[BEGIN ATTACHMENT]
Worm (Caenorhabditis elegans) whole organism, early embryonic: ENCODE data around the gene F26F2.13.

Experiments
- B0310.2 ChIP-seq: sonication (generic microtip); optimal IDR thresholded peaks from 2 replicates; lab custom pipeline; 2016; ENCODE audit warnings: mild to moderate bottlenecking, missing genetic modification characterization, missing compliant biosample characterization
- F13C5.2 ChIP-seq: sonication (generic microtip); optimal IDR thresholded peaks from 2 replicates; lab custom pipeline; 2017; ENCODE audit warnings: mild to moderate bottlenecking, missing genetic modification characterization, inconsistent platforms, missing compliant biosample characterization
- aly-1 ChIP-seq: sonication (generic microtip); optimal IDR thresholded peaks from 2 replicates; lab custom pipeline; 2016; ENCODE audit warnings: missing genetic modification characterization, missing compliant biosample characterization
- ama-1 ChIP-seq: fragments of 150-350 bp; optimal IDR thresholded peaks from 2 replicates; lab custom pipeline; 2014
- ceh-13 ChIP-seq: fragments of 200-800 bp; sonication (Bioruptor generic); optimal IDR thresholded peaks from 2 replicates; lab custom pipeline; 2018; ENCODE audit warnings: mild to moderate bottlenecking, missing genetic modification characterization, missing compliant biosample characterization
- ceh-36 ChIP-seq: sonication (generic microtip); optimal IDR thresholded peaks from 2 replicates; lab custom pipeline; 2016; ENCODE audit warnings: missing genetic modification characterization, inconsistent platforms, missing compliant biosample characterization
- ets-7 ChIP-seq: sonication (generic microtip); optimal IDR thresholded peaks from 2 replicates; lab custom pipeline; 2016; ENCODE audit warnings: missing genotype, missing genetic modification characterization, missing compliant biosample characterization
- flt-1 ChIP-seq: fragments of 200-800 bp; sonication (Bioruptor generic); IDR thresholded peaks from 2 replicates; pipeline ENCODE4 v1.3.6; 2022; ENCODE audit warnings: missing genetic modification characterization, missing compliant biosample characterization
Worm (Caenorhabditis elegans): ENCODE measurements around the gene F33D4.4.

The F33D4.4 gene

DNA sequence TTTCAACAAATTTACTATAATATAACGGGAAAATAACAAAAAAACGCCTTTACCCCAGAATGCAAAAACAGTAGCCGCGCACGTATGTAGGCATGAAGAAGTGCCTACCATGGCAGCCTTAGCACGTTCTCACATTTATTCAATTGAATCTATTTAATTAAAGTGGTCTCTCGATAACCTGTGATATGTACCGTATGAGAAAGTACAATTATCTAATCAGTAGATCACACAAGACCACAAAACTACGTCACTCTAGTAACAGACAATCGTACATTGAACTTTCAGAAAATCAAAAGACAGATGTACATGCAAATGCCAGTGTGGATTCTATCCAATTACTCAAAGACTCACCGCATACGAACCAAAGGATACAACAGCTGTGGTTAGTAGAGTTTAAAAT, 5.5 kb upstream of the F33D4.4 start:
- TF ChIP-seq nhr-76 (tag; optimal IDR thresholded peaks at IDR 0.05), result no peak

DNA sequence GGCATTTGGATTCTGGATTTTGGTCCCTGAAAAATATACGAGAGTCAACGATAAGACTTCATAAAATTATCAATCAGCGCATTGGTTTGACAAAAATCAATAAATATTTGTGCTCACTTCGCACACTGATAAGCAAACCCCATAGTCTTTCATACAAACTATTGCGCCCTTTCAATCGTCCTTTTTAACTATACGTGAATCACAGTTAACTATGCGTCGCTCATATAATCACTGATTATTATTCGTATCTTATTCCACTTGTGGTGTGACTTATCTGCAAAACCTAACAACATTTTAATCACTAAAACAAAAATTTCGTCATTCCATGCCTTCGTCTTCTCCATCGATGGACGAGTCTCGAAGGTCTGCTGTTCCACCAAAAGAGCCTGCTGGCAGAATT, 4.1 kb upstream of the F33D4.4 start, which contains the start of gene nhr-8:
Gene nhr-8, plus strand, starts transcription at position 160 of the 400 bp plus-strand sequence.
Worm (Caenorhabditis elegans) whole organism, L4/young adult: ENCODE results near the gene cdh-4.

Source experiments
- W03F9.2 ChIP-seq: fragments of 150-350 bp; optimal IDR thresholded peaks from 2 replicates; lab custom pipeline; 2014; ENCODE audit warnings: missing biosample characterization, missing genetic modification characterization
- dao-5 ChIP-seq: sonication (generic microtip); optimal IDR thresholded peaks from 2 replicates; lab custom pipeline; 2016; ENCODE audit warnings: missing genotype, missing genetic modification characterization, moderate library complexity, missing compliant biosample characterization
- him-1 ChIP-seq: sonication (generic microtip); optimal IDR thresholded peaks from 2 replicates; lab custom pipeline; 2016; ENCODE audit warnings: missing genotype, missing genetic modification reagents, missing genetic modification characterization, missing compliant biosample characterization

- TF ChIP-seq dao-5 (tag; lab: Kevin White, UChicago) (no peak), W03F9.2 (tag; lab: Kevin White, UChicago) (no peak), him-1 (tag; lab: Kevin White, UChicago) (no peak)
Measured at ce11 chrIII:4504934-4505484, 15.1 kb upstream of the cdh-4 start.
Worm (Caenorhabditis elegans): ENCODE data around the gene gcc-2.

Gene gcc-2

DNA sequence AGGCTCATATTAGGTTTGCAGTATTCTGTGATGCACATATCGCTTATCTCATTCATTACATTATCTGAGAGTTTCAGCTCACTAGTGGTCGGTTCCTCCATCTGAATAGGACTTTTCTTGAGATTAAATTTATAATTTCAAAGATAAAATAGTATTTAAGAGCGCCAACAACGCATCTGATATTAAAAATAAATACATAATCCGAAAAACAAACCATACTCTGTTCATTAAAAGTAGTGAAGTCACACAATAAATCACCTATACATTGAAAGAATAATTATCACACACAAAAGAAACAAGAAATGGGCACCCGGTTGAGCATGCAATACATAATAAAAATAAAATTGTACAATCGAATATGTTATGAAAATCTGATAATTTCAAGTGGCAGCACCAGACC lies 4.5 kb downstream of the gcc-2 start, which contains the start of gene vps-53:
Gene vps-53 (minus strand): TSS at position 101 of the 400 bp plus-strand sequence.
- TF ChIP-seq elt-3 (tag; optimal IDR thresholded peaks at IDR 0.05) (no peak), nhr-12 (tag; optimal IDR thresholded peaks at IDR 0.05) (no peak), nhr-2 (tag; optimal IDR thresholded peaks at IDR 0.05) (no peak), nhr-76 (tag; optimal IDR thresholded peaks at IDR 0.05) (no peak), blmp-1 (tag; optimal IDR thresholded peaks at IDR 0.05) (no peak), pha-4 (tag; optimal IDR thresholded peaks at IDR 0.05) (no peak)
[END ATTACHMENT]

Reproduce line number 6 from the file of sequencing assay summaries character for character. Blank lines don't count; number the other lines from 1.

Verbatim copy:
- ama-1 ChIP-seq: fragments of 150-350 bp; optimal IDR thresholded peaks from 2 replicates; lab custom pipeline; 2014